The Boredoms Seadrum/House of Sun

[Warner Music Japan; 2004]

Styles: psychedelic punk, noise rock
Others: OOIOO, Grind Orchestra, Xinlisupreme

I have the new Boredoms CD in my hand. Their first 'official' album since '99's Vision Creation Newsun is resting in my anxious palm, its humble packaging staring me down, sneering: "HAH, you paid $30 for this shitty ass import!" And be warned, Seadrum/House of Sun does appear much like an imported bootleg. Its packaging is practically non existent: just a simple jewel case, the cover slip (with no information inside), and the CD. That's all we're going to get. Oh yeah, and the music. But before I get to a single note, I'm obligated to mull over all the excess baggage surrounding the Boredoms return. With bands like the Osaka quintet, whose fan base is considerably large and cultish, new material can never be viewed free of context. And while no band can truly escape its non-musical surroundings, the ones who are practically a denomination unto themselves really have it rough. I had so many great expectations as I started listening to "Seadrum" that in hindsight, I'm slightly ashamed. Ultimately, I'm amazed that those expectations came even close to being met. But oh, they did.

"Seadrum" begins with Yoshimi's unmistakable hum, improvising an abstract, folkish lullaby. I'm excited at first; rarely has Yoshimi's voice been given such prominence; but after over a minute of the same sparse recitative, my biggest fear starts to materialize: The fear that Seadrum/House of Sun will be nothing more than random, airy noise, in the same vein as Flower With No Color, last years collaboration between Yoshimi and Yuka Honda. Such aimlessness would at least explain the haphazard nature of the album's packaging. But no, I quickly have to remind myself that only a minute has passed. In the world of Boredoms, good things usually come to those who wait, and within five seconds my anxiety is quashed. Slowly but surely, a pulsating tribal beat starts to emerge from within the empty spaces. The vocals die out, and the drum circle jam begins. Various congas, tablas, and toms weave in and out of each other, creating a completely organic rising tension. Rarely have I heard drums sound so musical: They are enormous, bombarding you from multiple angles with assorted volumes and textures. Any Boredoms fan should have seen it coming from a mile away, but when the actual back beat hits, you're never quite prepared. A shower of sliding piano notes explode alongside the pummeling rhythm. The effect of the keys is as close to a harp as you can get without ripping the strings from the instrument's frame, and underneath, the beat never lets up; it just varies in intensity and timbre. Eye's trademark studio wizardry also pops in and out, refusing to halt the jam, but carefully manipulating the track's flow to create mini-crescendos wherever he sees fit. It should suffice to say that "Seadrum" contains some of the most blissful drumming ever recorded to tape, period. And I am wholly satisfied. As the first track comes to a close, I take a moment to pause. "No matter what comes next," I think to myself, "the Boredoms still kick ass." Yes, the Boredoms still kick ass. With my expectations fulfilled, I venture into "House of Sun."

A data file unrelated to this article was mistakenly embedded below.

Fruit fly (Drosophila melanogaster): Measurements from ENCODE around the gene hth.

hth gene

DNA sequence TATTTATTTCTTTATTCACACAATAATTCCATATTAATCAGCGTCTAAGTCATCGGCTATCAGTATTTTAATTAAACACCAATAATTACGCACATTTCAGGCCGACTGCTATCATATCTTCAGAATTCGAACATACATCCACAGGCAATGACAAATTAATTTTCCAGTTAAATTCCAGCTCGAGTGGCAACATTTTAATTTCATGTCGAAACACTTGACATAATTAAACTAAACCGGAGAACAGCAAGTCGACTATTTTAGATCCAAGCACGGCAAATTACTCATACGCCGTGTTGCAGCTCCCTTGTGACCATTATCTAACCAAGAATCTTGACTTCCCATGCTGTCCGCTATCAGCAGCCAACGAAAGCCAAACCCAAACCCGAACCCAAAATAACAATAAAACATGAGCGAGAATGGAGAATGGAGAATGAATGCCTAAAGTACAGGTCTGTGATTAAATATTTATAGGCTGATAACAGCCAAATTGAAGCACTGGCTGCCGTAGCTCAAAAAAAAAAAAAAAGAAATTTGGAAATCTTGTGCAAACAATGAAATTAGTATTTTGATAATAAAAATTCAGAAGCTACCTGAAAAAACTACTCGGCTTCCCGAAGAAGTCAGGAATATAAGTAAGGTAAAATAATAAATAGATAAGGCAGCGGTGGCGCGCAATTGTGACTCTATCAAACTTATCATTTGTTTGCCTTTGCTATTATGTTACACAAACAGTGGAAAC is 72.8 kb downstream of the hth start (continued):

Now, I'd love to just stop the review right here, ending on the best note possible. But alas, the album is only halfway through, and I'm not going beat around the bush. "House of Sun" doesn't quite live up to the expectation built after "Seadrum." Don't get me wrong, the song by no means suffers because of what the Boredoms are actually playing. It suffers because they let it last for 20 minutes with virtually no alteration. The entire second side of Seadrum/House of Sun is comprised of a sitar warbling along, possibly accompanied by a guitar, though I can't really tell. It's hard to discern exactly what instrument is doing what, as they blend together behind a sustained hum to create some heavily psychedelic ambiance. A similar formula was successful on Vision Creation Newsun, and it does work quite well on "House of Sun" for about 10 minutes. After that, you start to crave the primal madness of "Seadrum." Then it's over.

As "House of Sun" fades out, I am paralyzed with the realization that never before have I experienced such utter confusion under the solace of my headphones. At some point, most music fans find themselves crushed under their own expectations, and indeed, Seadrum/House of Sun had given me the proverbial blue balls. It was beguiling because I could not easily judge the sounds I was hearing; there was no simple balance. Really, how often do you find a band that can elicit such polarizing responses within a single disc? This is the Boredoms, and there is no easy way to approach what they do. They are a group that makes things like rating systems and 'similar artists' utterly obsolete. How do you stamp a number between one and five on a beast like Seadrum/House of Sun? Well, being a reviewer, I was quickly faced with that question and had to come up with a solution. The Boredoms receive a perfect score not because Seadrum/House of Sun is a 'perfect album,' but because they accomplish what most rock bands only dream of: the subtle transcendence of genre, form, and the music itself. If you are a fanatic, you should know exactly what I mean. Any album that can stir up so much deliberation while being so damn satisfying is a rare find. And after listening to Seadrum/House of Sun over and over again, all I'm left with is a simple idea confirmed: the Boredoms kick ass.

1. Seadrum
2. House of Sun

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